Katharine: There were several ideas behind this network. First, the group is not new. We—Rachel Arteaga, Assistant Director of the Simpson Center for the Humanities at the University of Washington; Maurits Van Bever Donker, Senior Lecturer Research Manager at the Centre for Humanities Research, University of the Western Cape; Andrés Claro, Consejero, Centro Interdisciplinario de Estudios en Filosofía, Artes y Humanidades, Universidad de Chile; and I—are merely the new steering committee for an already existing group, taking over from the prior one. We are, though, choosing to change its focus a bit, in some of the ways I described above. Part of this change is in making it more relevant internationally. And of relevance to everyone, regardless of institution or nation, is the question of why what we do matters. It’s a more philosophical question, more meta, and less nuts and bolts. We are taking a risk, I guess, in not focusing on topics such as grants, and advocacy, which are obviously hugely important to talk about and what people have come to this group to talk about before. And maybe we will bring that back next year. But this seemed to some of us like a place where we could also raise these big questions about what we do, as administrators, and what we do as centers. What affective life does a center take on? What social and political spaces do centers provide, alongside intellectual spaces, and how can we keep making that our primary focus, despite all else that is being asked of us? In some key ways the path to creating a more just, sustainable, kind, and democratic world is one of slowing down and taking time, and space, to let new ideas and new alliances develop. The work we enable is after all not just the work of scholarship. It is the work of friendship. It is the work of exercising different and new and counter-hegemonic ways of being together. The cultures and social dimensions of these spaces are as vitally important as the papers and working groups and conferences they produce. And this, going back to my point above, simply cannot be measured by any of the metrics we are being asked to employ. Having spent a great deal of time in academic and intellectual settings outside the US I have come away with the sense that, whatever our significant differences, there are important points in common among those of us who do the work of creating spaces and of accompanying the people and ideas who/that move through them. Of course our differences are essential too, and addressing common questions across these geopolitical and cultural differences can only enrich our discussions and our work.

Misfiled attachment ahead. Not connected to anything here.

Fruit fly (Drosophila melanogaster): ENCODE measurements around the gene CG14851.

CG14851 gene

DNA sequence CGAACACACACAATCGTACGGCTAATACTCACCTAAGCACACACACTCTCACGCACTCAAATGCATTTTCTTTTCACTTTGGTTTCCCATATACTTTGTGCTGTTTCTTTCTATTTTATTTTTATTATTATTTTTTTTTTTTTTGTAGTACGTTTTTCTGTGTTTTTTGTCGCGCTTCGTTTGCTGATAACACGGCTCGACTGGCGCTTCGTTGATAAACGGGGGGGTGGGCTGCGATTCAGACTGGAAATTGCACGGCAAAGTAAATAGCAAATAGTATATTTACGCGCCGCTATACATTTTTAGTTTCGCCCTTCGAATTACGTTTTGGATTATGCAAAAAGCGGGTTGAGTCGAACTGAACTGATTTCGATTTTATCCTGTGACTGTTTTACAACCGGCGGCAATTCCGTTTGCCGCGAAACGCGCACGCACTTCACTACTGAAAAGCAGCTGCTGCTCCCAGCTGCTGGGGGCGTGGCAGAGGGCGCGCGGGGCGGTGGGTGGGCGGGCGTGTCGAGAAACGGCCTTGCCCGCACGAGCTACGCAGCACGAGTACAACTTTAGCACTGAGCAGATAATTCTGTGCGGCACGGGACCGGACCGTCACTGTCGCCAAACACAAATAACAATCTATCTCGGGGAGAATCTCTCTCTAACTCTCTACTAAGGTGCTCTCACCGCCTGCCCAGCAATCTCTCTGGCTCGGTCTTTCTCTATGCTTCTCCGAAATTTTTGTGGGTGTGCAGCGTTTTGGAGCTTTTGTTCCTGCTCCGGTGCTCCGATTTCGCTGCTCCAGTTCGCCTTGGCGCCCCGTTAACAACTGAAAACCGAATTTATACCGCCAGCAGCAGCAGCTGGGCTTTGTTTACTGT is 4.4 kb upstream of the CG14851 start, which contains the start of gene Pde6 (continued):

Aaron: What advice or experience would you like to share with new directors or folks trying to start a new HCI?

Katharine: Well, first, each context is so different. What kind of a university are you operating within? Small, large, public, private? And then contexts outside the US can be entirely different. I will say that starting new initiatives can be incredibly exciting, and very challenging, especially in this climate. But it is precisely because of these challenges that this work is so crucially necessary. The world needs more spaces of open engagement with ideas, and more spaces where the liberatory power of common engagement in a range of critical creative practices is really understood, and where these practices are allowed to flourish. Making that happen will more often than not mean balancing both a legibility to the structures you operate within, and an invisibility to them too.

If I may, I’d like to add a few more words about this group. “Humanities Administration” for us is not limited to Associate Directors (or similar titles). It includes faculty directors, research group coordinators, and anyone in any way engaged with the work of directing and administering humanities spaces, broadly construed. We very much hope that anyone who feels they fit those categories (certainly anyone in the CHCI network, for starters!) will join our conversations on the 12th and 13th, and help us move the group forward.